Spotlight on Canadian insurers: A unique set of challenges and opportunities


Compound Interests - Issue three

May 2, 2024

Welcome to the third issue of Compound Interests - Mercer’s perspective on the capital markets, asset management, and how you can get the most out of your investment portfolios.

In this installment, we’re taking a look at insurance portfolios - and the challenges and opportunities that Canadian insurers are facing, highlighting where Canadian insurers might have different perspectives and priorities from their global peers.

Insurers ended 2023 in a very different place than they began it. The Canadian economy - like most global economies - avoided a recession. But market volatility, combined with uncertainty around interest rates and persistent inflation, made for a bumpy year for investors. It was particularly bumpy for insurers, who rely on fixed income securities and the subsequent income and capital preservation attributes that they provide to meet their liabilities and create value. 

To take the pulse of investors in this sector, Mercer, along with our sister firm Oliver Wyman, asked investors about the key themes that will guide their investment decisions going forward. While the global results are fascinating, there are unique differences that jump out from our Canadian respondents. Of the 88 global participants, 12 responses came from Canada1 and in this issue of Compound Interests, we’re focusing on some of the most pertinent findings for Canadian insurers.

1. New regulations will bring new challenges:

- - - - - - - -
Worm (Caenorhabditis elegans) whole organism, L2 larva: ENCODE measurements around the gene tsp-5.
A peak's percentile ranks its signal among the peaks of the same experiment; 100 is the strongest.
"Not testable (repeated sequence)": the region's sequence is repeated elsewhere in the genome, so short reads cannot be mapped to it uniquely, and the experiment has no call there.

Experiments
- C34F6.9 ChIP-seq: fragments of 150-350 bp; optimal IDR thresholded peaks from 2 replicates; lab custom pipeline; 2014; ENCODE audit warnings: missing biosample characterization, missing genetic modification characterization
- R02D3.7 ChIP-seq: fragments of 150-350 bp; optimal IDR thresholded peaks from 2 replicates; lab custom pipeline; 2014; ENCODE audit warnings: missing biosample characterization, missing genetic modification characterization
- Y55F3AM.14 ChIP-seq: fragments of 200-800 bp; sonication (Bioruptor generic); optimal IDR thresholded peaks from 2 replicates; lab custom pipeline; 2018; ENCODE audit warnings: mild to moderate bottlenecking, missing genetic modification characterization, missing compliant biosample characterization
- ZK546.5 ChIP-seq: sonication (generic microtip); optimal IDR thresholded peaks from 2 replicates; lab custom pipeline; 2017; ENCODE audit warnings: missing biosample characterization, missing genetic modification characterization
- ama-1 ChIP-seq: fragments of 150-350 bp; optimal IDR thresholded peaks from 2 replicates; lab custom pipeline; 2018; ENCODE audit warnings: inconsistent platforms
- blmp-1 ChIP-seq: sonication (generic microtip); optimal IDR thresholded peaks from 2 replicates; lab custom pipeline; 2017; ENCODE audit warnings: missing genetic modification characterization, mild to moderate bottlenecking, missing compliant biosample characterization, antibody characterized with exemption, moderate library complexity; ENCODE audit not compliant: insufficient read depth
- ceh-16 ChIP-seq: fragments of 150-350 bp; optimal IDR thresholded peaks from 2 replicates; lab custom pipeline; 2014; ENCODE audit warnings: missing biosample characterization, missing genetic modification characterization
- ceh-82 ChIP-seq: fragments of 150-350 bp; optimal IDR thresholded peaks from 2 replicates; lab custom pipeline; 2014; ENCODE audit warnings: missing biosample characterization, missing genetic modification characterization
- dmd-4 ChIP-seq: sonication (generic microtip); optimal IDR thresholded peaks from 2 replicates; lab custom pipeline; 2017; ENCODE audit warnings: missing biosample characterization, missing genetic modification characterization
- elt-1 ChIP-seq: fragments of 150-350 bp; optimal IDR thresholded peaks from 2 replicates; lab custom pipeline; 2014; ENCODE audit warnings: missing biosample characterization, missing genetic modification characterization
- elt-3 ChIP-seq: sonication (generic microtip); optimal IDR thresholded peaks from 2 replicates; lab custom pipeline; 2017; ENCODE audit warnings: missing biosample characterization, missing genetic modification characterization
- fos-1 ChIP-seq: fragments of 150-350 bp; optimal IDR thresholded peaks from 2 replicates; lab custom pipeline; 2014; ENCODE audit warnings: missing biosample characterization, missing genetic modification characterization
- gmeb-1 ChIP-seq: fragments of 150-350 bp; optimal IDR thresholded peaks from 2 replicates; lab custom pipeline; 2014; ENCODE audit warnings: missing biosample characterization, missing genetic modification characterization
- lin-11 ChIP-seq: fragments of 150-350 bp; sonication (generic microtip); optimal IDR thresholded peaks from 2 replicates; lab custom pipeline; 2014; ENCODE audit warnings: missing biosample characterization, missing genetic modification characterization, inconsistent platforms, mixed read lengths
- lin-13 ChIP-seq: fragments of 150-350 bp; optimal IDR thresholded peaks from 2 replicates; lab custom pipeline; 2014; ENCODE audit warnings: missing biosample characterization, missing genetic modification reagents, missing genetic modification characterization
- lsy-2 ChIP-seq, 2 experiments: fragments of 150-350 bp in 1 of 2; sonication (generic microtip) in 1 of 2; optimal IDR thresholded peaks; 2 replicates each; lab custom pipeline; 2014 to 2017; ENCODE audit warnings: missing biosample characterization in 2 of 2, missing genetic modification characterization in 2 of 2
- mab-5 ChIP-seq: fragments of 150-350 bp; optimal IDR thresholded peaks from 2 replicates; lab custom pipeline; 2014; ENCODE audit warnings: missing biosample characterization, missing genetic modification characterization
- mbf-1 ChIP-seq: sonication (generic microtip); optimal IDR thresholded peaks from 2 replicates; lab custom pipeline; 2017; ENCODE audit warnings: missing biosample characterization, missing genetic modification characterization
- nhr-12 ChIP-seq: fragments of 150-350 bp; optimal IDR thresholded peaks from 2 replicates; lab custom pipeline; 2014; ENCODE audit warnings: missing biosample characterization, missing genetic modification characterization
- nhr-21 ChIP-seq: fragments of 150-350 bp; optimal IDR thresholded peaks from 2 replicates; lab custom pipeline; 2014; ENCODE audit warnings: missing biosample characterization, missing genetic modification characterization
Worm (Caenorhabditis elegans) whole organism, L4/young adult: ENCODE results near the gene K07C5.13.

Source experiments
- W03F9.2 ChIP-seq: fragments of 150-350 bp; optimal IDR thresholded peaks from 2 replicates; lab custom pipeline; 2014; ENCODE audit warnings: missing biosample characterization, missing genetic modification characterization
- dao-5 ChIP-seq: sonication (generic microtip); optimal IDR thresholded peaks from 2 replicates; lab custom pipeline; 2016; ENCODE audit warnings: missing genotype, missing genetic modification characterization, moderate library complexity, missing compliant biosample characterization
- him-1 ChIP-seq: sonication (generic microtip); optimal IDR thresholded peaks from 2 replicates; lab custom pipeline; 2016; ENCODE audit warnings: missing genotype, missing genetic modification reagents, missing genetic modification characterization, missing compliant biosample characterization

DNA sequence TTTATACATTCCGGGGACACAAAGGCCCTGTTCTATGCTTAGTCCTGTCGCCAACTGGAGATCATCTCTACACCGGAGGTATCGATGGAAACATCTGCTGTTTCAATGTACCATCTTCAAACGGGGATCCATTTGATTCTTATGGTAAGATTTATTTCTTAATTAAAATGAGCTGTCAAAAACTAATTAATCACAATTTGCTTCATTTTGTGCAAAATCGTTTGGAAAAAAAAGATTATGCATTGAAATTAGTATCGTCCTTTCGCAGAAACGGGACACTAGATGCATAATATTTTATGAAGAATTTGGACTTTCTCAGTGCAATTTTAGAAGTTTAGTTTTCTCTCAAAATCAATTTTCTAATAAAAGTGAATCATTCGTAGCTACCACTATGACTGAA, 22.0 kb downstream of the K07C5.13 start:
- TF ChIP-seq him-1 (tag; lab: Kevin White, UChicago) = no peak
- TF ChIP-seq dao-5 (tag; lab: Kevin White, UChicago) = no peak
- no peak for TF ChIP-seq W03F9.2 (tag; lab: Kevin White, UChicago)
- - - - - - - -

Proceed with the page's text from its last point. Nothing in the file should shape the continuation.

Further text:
58% of Canadian survey respondents cited increasing regulations as a key challenge - a number far greater than the overall results (24%). Although not explicitly stated in the survey, anecdotally, Canadian insurers have expressed that existing regulatory frameworks (for example, the recent implementation of IFRS 17) and forthcoming regulatory requirements, including the climate risk management reporting, make this a continued challenge and burden for Canadian insurers.2

What’s next? After a year of strategically sourcing liquidity, insurers are now focused on redeploying cash in support of their primary objectives. To achieve this, many insurers are planning on reducing their liquidity and deploying cash into both public fixed income and private debt investments.

Canadian insurers have cash on hand, and want to deploy it. 67% of Canadian insurers (vs. 33% overall) stated that they expected the overall risk in their portfolio to increase in the next 12 months. And, 50% (vs. 38% overall) of Canadian insurers cited they expect overall liquidity to decrease in the next 12 months.3

2. A move to private markets - driven by uniquely Canadian factors:

In the current Canadian economic environment, private credit as an asset class presents many opportunities for insurance investors. Private credit can potentially provide equity-like returns, but without incurring equity-like volatility.

So it’s no surprise that Canadian insurers plan to increase their private market allocations (50% of Canadian respondents, compared to 39% overall). In addition, the limited domestic fixed income opportunities available, coupled with regulatory guardrails, limits the strategic asset allocation opportunities for Canadian insurers (58% Canadian respondents versus 30% overall). With a limited opportunity set and a capital charge advantage, it’s unsurprising that Canadian insurers are moving to private markets.4

However, private credit can be a complex space to navigate, as different opportunities will have different liquidity terms and fees. For example, the high fees that come with private markets were a top concern for insurers. 70% of Canadian insurers said this was a concern, compared to 58% overall.5 Working with a third-party consultant who can recommend best practices for deploying capital in private markets, manage the administrative burden, and negotiate fees can empower insurers to capitalize on the opportunities that private credit presents, while still concentrating on their core business.